Newfoundlands: Kind-Hearted Working Dogs

 Thursday Apr 13,2023
By  Lancaster Puppies

Newfoundlands, also called Newfies and Newfts, have worked alongside fishermen and served as water rescue dogs for centuries. They are tenacious and brave while still being good-natured, patient, and mild-mannered. This breed’s large size is only rivaled by its great capacity to love.

Breed History

Newfoundland Breed Spotlight: Intelligent, Good with kids, Very affectionate, Devoted & loyal, Outgoing & social

The Newfoundland breed is named after the place it originated, a Canadian island called Newfoundland. While we know this breed came from Newfoundland, there are different theories about why they came into existence. One of the most popular theories is that Newfoundlands are a result of Europeans breeding Great PyreneesPortuguese Water Dogs, and Mastiff breeds around the 1400s to 1500s.

Newfoundland dogs were very popular among the fishermen of the island as they love the water, have great stamina, and are tough. The Newfoundland is known to be one of the hardest-working breeds in its class with incredible strength and endurance. This breed saw its popularity rise in the 1800s, leading to recognition by the American Kennel Club (AKC) in 1879. Today, the Newfoundland breed is believed to have played a part in the creation of our modern-day retrievers.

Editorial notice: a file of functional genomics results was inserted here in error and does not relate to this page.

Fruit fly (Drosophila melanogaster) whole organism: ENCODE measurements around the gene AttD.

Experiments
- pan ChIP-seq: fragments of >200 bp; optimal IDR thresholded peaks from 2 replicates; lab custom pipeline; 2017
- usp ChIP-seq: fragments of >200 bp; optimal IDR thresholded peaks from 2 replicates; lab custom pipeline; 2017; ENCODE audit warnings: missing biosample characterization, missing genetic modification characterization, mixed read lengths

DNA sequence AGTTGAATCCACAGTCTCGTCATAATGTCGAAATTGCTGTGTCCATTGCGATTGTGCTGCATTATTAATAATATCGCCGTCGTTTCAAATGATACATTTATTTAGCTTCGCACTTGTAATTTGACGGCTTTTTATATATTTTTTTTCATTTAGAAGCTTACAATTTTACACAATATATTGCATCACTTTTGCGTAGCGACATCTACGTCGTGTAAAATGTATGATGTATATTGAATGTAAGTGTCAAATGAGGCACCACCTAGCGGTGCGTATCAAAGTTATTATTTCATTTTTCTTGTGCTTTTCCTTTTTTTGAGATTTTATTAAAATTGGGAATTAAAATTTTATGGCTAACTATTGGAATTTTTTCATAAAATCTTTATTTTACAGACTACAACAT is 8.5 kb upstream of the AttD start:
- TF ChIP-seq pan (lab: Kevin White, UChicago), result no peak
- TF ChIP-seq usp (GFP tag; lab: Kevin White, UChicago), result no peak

Newfoundland Characteristics

Appearance & Coat

Newfoundlands are very large dogs, generally weighing between 110 to 155 pounds and standing around 25 to 28 inches tall. These are huge, muscular dogs with a lot of hair, floppy ears, and tails that hang either downward, straight out, or upright with a slight curve. They have coats that repel water and webbed paws that help them swim.

Unfortunately, Newfoundlands are not hypoallergenic. These dogs have double coats that shed heavily and are coarse, thick, and slightly oily. Newfoundlands generally have completely black coats, although they can also be brown, white and black, or gray. White and black Newfoundlands are called “Landseers” after Sir Edward Landseer, an artist known for frequently incorporating black and white Newfoundlands in his art.